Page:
- Records subject to disclosure under the Public Records Act
Pursuant to the California Public Records Act (Government Code § 6250 et seq.) "Public records" include "any writing containing information relating to the conduct of the public’s business prepared, owned, used, or retained by any state or local agency regardless of physical form or characteristics." (Cal. Gov't. Code § 6252(e).) notes that "[a]ll public records are subject to disclosure unless the Public Records Act expressly provides otherwise." County of Santa Clara v. CFAC California Government Code § 6254 lists categories of documents not subject to disclosure under the Public Records Act. In addition, computer software is not considered a public record, while data and statistics collected (whether collected knowingly or unknowingly) by a government authority whose powers derive from the laws of California are public records (such as license plate reader images) pursuant to EFF & ACLU of Southern California v. Los Angeles Police Department & Los Angeles County Sheriff's Department and are not exempt from disclosure and are public records.
Although the act only covers “writing,” the Act, pursuant to Government Code § 6252(g), states: “Writing” means any handwriting, typewriting, printing, photostating, photographing, photocopying, transmitting by electronic mail or facsimile, and every other means of recording upon any tangible thing any form of communication or representation, including letters, words, pictures, sounds, or symbols, or combinations thereof, and any record thereby created, regardless of the manner in which the record has been stored.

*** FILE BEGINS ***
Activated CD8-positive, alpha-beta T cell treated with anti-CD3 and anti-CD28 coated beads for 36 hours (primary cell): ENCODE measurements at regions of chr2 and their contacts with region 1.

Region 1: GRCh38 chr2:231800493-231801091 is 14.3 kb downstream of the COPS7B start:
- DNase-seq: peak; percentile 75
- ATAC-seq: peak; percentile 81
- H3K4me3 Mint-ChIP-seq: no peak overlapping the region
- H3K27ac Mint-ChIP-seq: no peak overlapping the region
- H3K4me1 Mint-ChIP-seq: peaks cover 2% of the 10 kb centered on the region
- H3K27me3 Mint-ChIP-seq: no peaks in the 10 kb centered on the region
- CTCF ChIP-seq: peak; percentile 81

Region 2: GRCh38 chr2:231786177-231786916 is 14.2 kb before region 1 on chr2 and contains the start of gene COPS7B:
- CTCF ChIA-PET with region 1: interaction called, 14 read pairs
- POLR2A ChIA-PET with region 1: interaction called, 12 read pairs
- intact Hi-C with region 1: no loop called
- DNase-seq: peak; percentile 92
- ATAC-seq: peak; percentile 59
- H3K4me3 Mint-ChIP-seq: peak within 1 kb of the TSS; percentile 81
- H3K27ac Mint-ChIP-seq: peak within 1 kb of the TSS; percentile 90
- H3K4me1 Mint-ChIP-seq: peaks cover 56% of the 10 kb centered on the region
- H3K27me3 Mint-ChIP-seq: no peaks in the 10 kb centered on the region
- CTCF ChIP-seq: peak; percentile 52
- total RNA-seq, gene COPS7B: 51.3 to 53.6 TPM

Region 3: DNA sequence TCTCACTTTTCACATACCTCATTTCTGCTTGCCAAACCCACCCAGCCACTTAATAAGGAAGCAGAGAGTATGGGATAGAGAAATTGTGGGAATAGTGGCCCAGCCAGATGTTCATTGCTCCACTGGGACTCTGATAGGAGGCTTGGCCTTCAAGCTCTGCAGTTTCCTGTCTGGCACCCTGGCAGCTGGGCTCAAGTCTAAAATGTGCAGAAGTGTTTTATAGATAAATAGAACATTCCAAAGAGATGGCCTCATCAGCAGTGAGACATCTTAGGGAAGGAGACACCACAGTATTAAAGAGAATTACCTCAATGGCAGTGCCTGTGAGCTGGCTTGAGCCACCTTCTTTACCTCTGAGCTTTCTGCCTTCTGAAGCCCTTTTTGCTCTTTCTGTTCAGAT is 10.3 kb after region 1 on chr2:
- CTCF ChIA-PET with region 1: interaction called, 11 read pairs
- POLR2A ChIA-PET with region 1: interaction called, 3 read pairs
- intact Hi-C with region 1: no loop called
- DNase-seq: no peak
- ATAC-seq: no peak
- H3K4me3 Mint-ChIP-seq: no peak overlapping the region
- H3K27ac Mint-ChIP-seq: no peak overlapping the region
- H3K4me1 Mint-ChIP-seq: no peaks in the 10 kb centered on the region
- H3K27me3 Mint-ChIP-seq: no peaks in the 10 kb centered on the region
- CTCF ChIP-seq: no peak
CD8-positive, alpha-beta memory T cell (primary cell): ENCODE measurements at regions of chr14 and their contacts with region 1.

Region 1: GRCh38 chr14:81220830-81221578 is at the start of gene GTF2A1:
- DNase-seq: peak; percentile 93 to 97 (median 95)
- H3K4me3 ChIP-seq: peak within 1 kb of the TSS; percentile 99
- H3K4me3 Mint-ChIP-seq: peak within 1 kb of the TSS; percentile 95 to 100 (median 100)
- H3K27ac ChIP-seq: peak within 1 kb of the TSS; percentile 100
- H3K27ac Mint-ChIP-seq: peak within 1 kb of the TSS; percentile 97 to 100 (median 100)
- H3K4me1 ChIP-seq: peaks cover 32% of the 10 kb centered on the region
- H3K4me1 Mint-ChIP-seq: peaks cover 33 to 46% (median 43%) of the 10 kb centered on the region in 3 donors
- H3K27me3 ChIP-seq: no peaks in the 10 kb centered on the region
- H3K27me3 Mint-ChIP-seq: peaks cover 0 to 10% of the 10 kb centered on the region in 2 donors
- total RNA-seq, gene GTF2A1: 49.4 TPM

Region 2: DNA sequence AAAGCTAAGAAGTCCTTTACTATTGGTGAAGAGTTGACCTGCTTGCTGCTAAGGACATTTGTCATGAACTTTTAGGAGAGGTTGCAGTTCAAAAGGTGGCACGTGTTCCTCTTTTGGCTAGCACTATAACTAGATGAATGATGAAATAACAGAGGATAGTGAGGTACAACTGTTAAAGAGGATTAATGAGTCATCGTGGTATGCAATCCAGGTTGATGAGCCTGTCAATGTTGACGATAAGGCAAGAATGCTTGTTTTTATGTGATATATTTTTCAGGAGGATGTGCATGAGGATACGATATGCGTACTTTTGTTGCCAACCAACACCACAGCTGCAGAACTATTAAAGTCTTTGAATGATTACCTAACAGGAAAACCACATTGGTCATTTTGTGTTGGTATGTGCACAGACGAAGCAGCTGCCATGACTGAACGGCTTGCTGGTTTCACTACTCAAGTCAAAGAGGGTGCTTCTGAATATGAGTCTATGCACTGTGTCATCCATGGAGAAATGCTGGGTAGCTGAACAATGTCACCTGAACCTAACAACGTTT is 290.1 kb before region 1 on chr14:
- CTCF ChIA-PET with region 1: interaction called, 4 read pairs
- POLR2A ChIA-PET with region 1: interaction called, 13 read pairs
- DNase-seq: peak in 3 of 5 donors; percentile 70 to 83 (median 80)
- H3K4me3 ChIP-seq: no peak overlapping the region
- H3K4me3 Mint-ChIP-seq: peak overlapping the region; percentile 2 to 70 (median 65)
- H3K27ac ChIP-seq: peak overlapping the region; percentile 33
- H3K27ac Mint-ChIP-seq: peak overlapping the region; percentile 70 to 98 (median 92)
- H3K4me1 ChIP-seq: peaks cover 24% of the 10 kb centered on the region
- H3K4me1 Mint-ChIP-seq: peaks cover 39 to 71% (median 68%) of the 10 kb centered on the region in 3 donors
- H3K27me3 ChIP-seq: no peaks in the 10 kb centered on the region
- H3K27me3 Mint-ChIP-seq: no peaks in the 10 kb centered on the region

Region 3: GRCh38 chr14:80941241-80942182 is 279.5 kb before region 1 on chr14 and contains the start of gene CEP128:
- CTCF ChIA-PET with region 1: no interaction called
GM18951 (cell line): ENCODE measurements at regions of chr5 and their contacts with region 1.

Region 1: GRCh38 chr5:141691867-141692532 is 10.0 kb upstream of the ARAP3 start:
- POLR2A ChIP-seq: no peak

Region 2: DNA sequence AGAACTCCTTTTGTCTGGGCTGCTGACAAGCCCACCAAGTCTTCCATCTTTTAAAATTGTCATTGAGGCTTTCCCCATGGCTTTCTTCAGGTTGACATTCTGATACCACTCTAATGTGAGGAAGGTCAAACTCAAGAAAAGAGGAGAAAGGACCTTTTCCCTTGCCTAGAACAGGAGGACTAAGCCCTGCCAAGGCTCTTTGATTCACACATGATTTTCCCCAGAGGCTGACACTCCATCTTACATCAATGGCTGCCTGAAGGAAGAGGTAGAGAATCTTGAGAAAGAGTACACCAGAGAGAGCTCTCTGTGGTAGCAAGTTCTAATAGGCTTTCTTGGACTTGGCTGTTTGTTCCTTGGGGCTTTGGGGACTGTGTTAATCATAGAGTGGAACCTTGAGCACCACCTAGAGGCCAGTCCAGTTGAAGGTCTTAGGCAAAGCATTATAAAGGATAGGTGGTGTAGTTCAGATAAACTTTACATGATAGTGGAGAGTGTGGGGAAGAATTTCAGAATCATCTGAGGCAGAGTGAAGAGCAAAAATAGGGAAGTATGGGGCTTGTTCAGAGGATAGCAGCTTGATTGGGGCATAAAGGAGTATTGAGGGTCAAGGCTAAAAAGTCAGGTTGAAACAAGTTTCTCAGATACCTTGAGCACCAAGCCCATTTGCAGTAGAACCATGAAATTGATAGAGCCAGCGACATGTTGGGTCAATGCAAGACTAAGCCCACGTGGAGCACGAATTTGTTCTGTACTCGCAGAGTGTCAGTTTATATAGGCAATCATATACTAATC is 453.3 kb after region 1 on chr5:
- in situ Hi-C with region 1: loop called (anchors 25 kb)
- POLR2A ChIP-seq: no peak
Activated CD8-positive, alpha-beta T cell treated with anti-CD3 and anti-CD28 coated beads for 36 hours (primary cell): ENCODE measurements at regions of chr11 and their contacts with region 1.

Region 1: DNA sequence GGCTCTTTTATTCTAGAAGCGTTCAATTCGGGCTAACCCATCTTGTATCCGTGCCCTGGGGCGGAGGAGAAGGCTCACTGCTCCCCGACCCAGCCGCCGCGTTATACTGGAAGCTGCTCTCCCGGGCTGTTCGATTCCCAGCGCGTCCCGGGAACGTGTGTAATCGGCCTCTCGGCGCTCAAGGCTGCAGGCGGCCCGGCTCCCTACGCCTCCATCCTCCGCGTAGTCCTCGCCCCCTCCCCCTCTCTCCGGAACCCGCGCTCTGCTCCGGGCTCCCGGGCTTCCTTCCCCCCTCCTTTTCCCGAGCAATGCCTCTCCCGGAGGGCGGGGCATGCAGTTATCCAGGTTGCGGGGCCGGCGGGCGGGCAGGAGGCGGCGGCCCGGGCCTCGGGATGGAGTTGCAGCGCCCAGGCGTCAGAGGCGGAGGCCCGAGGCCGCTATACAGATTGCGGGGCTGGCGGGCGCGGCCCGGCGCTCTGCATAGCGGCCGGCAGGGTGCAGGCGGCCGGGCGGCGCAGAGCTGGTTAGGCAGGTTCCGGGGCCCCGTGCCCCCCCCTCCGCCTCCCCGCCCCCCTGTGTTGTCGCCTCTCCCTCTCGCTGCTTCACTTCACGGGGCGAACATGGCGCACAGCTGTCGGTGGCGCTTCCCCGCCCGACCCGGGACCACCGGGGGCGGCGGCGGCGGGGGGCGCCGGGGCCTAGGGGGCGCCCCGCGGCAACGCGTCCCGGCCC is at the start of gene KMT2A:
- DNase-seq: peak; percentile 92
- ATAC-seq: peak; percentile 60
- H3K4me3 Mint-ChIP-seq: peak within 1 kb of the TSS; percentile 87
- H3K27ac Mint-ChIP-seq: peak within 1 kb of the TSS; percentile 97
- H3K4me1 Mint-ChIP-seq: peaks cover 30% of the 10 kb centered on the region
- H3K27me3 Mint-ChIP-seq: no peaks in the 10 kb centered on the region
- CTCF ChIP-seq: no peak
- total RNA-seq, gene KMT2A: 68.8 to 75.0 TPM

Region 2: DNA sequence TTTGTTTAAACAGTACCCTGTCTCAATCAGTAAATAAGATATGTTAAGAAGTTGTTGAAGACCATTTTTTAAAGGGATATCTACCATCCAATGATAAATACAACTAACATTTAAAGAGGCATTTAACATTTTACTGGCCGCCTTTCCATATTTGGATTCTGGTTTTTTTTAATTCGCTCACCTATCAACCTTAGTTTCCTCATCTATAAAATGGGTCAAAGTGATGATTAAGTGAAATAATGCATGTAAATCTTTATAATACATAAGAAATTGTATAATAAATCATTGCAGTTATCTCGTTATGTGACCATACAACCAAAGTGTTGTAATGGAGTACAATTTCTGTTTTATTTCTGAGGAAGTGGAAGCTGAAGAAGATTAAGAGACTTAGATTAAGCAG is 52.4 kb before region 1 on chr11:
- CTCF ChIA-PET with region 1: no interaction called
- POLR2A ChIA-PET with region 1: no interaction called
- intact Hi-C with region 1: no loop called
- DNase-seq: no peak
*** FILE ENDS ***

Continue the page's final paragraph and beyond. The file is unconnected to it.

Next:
- Agencies permitted to claim copyright
California's Constitution and its statutes do not permit any agency to claim copyright for "public records" unless authorized to do so by law. The following agencies are permitted to claim copyright and any works of these agencies should be assumed to be copyrighted without clear evidence to the contrary:
County of Santa Clara v. CFAC held that the State of California, or any government entity which derives its power from the State, cannot enforce a copyright in any record subject to the Public Records Act in the absence of another state statute giving it the authority to do so.
Note: Works that are considered "public records" but were not created by a state or municipal government agency may be copyrighted by their author; the Supremacy Clause of the United States Constitution prevents state law from overriding the author's right to copyright protection that is granted by federal law. For example, a state agency may post images online of the final appearance of a building under construction; while the images may have to be released by such agency since they are public records, their creator (e.g. architecture/construction firm) retains copyright rights to the image unless the contract with the agency says otherwise. See: Government-in-the-Sunshine Manual: To what extent does federal law preempt state law regarding public inspection of records?.
Disclaimer: The information provided, especially the list of agencies permitted to claim copyright, may not be complete.